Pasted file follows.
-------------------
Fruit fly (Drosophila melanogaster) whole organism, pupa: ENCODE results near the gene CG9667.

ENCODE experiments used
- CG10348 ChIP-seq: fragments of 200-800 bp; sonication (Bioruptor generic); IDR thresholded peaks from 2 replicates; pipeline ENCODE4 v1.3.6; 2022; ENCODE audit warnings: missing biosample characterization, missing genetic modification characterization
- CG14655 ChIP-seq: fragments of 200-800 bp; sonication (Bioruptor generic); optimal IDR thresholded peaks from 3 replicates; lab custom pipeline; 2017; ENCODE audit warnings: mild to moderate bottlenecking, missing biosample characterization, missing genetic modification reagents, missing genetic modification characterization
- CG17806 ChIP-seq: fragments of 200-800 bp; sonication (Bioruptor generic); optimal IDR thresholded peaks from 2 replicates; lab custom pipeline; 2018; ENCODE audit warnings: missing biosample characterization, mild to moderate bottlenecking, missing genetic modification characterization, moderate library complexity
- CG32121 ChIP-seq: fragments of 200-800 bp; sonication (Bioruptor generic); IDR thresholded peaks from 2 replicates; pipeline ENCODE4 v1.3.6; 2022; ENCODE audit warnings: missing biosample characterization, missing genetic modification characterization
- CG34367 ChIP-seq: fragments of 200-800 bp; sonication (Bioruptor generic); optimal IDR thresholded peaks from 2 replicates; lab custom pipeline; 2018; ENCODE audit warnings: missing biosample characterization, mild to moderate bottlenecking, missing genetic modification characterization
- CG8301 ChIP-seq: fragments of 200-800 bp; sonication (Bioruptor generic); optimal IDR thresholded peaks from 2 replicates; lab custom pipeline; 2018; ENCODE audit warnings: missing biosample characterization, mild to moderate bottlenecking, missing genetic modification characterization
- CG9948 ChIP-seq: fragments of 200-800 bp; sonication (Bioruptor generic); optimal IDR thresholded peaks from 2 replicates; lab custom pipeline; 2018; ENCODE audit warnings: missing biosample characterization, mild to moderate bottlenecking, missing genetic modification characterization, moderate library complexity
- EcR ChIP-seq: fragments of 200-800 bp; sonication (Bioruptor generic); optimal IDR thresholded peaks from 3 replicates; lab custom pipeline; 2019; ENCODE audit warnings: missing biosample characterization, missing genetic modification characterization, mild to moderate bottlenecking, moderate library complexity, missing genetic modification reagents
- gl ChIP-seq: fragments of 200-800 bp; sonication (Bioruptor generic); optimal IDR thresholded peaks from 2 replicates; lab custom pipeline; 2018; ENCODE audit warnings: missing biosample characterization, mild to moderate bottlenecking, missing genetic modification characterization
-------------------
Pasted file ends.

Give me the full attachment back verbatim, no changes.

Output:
Fruit fly (Drosophila melanogaster) whole organism, pupa: ENCODE results near the gene CG9667.

ENCODE experiments used
- CG10348 ChIP-seq: fragments of 200-800 bp; sonication (Bioruptor generic); IDR thresholded peaks from 2 replicates; pipeline ENCODE4 v1.3.6; 2022; ENCODE audit warnings: missing biosample characterization, missing genetic modification characterization
- CG14655 ChIP-seq: fragments of 200-800 bp; sonication (Bioruptor generic); optimal IDR thresholded peaks from 3 replicates; lab custom pipeline; 2017; ENCODE audit warnings: mild to moderate bottlenecking, missing biosample characterization, missing genetic modification reagents, missing genetic modification characterization
- CG17806 ChIP-seq: fragments of 200-800 bp; sonication (Bioruptor generic); optimal IDR thresholded peaks from 2 replicates; lab custom pipeline; 2018; ENCODE audit warnings: missing biosample characterization, mild to moderate bottlenecking, missing genetic modification characterization, moderate library complexity
- CG32121 ChIP-seq: fragments of 200-800 bp; sonication (Bioruptor generic); IDR thresholded peaks from 2 replicates; pipeline ENCODE4 v1.3.6; 2022; ENCODE audit warnings: missing biosample characterization, missing genetic modification characterization
- CG34367 ChIP-seq: fragments of 200-800 bp; sonication (Bioruptor generic); optimal IDR thresholded peaks from 2 replicates; lab custom pipeline; 2018; ENCODE audit warnings: missing biosample characterization, mild to moderate bottlenecking, missing genetic modification characterization
- CG8301 ChIP-seq: fragments of 200-800 bp; sonication (Bioruptor generic); optimal IDR thresholded peaks from 2 replicates; lab custom pipeline; 2018; ENCODE audit warnings: missing biosample characterization, mild to moderate bottlenecking, missing genetic modification characterization
- CG9948 ChIP-seq: fragments of 200-800 bp; sonication (Bioruptor generic); optimal IDR thresholded peaks from 2 replicates; lab custom pipeline; 2018; ENCODE audit warnings: missing biosample characterization, mild to moderate bottlenecking, missing genetic modification characterization, moderate library complexity
- EcR ChIP-seq: fragments of 200-800 bp; sonication (Bioruptor generic); optimal IDR thresholded peaks from 3 replicates; lab custom pipeline; 2019; ENCODE audit warnings: missing biosample characterization, missing genetic modification characterization, mild to moderate bottlenecking, moderate library complexity, missing genetic modification reagents
- gl ChIP-seq: fragments of 200-800 bp; sonication (Bioruptor generic); optimal IDR thresholded peaks from 2 replicates; lab custom pipeline; 2018; ENCODE audit warnings: missing biosample characterization, mild to moderate bottlenecking, missing genetic modification characterization